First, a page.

You completed your bachelor studies outside Lithuania: through this process, you lived in the United Kingdom as well as Japan. Did you have any thoughts of staying abroad and continuing your studies or starting your career there?
I believe that the best way to serve my country is to shape a personality, which is formed by the widest possible range of experiences, toughened by the challenges we face not only within the walls of our homes, but also beyond them. Traveling and living abroad is one of the best schools of life, which not only allows to vividly experience daily routines of people living elsewhere or the reality that shapes them, but also helps to reveal the traveler himself or herself. Sometimes the obstacles you experience are the road that you should take.
Sometimes, looking at everything exclusively from our point of view, we may not understand or not even try to understand why the societies of other countries behave in the way they do. Living beyond your homeland is one of the best antidotes to bias. Still, after spending a lot of time abroad, I just wanted to go home, but I could not say that the door to foreign countries is closed forever.
You have entered the last stage of studies at IIRPS VU: in just a few months you will receive your master’s degree. What expectations led you to the Institute?
If one learns, one lives. Of course, in order to study, you can do it on your own, but it is dangerous to think that you know everything or everything you can still learn is only in books, and there is no need to discuss with colleagues, academics or professionals.
Being able to learn from and debate with experts in their fields, ask for their advice not only on specific knowledge, but also on learning and information selection were one of the main reasons for continuing studies.
IIRPS VU is one of the most prestigious education institutions in Lithuania. A lot of my colleagues in the Lithuanian Parliament (Seimas) graduated from there, some of them were or still are teaching in the Institute, thus I did not have too many doubts before making decision on where to study.
You have decided to perform voluntary service in the Lithuanian Armed Forces. Although some time has passed since then, you often mention it as a very important life experience. Why did you make this decision and how did it change you?
There would be no war in a perfect world, but until we reach this stage, we must learn to respond appropriately to certain inevitable things. We live in a country, which, as history reveals, has rarely been able to choose which conflicts to intervene in and which to stay away from. They were often imposed on and the inability to prepare for them led towards very sad consequences.
The threat of conflict is real today as well, so every citizen should find a personal answer to the question: “What can I do to prepare myself?”. A citizen, who has completed military service, is one of the strongest and the most universal pieces of the country’s defense, capable of participating in both passive resistance and, if necessary, defending oneself, ones’ relatives, and country with a weapon. This was probably the most important reason for choosing to serve in the army.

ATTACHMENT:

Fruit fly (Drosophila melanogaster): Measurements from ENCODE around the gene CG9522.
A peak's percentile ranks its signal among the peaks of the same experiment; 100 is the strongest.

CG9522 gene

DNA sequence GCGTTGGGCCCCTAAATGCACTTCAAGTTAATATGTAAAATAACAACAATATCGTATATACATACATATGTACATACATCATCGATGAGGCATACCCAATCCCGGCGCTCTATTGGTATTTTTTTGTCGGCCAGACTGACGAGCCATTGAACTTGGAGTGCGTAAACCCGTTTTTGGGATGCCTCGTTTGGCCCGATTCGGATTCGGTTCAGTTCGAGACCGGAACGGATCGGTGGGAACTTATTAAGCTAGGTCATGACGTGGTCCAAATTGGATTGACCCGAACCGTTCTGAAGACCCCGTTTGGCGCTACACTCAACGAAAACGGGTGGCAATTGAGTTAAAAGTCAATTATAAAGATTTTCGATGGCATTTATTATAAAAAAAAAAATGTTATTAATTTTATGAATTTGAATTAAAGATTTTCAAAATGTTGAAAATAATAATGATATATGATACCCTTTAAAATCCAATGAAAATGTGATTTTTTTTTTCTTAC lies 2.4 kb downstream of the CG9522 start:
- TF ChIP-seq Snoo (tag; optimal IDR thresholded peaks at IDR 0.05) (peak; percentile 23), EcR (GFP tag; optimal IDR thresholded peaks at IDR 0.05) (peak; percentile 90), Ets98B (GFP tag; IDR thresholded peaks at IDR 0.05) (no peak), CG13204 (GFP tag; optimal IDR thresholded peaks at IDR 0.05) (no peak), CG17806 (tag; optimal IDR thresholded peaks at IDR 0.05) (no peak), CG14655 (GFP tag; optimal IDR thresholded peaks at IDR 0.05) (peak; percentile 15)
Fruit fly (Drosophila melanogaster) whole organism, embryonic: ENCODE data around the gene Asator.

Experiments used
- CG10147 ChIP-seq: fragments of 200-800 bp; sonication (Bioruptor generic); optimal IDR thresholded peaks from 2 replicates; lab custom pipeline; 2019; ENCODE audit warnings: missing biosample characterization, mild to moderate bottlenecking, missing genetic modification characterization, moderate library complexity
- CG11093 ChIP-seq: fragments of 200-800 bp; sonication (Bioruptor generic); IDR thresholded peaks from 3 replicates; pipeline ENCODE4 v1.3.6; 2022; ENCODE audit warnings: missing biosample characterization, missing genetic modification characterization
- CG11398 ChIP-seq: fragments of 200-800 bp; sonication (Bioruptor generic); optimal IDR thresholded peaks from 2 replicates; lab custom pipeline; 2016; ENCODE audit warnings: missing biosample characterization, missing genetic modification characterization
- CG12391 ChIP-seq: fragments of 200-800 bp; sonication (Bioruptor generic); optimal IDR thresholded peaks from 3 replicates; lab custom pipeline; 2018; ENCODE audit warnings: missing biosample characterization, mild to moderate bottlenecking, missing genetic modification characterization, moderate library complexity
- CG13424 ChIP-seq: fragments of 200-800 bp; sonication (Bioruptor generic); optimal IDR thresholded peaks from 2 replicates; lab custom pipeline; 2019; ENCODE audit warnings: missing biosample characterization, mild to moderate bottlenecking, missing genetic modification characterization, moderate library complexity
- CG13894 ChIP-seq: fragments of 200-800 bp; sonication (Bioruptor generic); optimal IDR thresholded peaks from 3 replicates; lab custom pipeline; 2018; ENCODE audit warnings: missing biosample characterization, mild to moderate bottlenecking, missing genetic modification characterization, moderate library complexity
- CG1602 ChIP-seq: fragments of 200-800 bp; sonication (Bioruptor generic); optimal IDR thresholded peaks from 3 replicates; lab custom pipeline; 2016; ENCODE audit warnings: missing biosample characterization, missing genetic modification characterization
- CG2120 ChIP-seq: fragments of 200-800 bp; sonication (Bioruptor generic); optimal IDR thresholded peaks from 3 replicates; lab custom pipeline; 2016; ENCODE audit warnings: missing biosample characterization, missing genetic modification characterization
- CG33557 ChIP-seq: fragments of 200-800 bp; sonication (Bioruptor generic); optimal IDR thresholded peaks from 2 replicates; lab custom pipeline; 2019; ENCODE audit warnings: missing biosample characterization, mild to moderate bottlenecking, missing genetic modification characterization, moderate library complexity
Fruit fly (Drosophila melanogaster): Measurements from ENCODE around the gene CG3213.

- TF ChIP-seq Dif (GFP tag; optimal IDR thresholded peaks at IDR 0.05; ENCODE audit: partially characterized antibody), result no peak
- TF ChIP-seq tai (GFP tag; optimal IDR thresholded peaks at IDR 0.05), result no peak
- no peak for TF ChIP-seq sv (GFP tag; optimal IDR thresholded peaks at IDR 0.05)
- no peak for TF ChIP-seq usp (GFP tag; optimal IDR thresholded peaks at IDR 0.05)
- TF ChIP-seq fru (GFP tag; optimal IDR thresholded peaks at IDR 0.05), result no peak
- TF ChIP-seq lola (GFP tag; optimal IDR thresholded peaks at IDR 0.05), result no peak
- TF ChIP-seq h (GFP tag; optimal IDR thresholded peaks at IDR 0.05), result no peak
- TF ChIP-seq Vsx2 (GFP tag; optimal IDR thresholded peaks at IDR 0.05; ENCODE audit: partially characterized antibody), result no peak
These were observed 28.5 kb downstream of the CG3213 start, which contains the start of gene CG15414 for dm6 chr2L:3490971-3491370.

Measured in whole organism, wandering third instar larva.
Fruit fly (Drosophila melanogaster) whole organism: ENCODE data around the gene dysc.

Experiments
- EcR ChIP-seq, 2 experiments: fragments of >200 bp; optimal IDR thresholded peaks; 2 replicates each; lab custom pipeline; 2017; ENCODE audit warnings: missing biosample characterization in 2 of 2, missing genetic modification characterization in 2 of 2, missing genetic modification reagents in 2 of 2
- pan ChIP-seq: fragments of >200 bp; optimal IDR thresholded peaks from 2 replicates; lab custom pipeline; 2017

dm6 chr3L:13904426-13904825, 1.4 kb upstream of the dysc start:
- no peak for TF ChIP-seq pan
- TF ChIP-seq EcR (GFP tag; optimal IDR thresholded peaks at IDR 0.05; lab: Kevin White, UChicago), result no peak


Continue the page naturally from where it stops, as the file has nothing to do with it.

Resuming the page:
This year you were elected to the Lithuanian Parliament, throughout the electoral campaign you have constantly shared the moments of it on social networks. What became the main discovery or the most important lesson for you during this campaign?
I raised my candidacy in the constituency of Tauragė, where I was not a local. Of course, this was a particular obstacle, but during the electoral campaign I had a chance to meet a lot of sincere people who, despite some prejudices, were ready to support, help, and contribute not only minimally, but a lot.
Sometimes in politics it is easy to lose sight of the most important things and be carried away by the stream of daily routines or competition. Friendships and acquaintances made in Tauragė are one of the things that help to remember that even in this activity you can meet people, who are honestly ready to help, regardless the attitudes or distances that sometimes exist between cities, but not between people.
Although you were elected to the Parliament only this year, before that you have also worked as an assistant to a member of the Seimas. What motivated you to get actively involved in politics and what do you see as your biggest goal and challenge in this work?
It is impossible to avoid politics in any activity, so all that remains for us is to establish our relationship with it. I do not treat my role in the state only as a passive consumer: I see myself as an active participant. This relation was formed through my studies and long-term career, which includes my work as an advisor to a member of the Parliament, being a member of the Vilnius City Municipal Council, and now – a member of the Parliament. To paraphrase the Prime Minister I. Šimonytė: if you often talk with or scream on the news that you hear on TV in the evening, maybe it is worth giving a try to solve the problems that worries you.
Without going into much detail, I would like to try to improve the quality of the political product that we will inevitably have to use. That can be a challenge, especially given the current circumstances caused by the pandemic, which require great urgency, precision, and unpleasant compromises.
You combine work, studies and family commitments, some time ago you used to grow alpacas. What are your main ways to relax?
Alpacas are still a part of my life. It takes little effort to come up with a way to break away from reality, because life is enough of a distraction itself. Together with my partner Viktorija and daughter Sofija we have a tradition to visit her grandparents and the alpacas who live with them. So, there is really no need to have a big imagination in t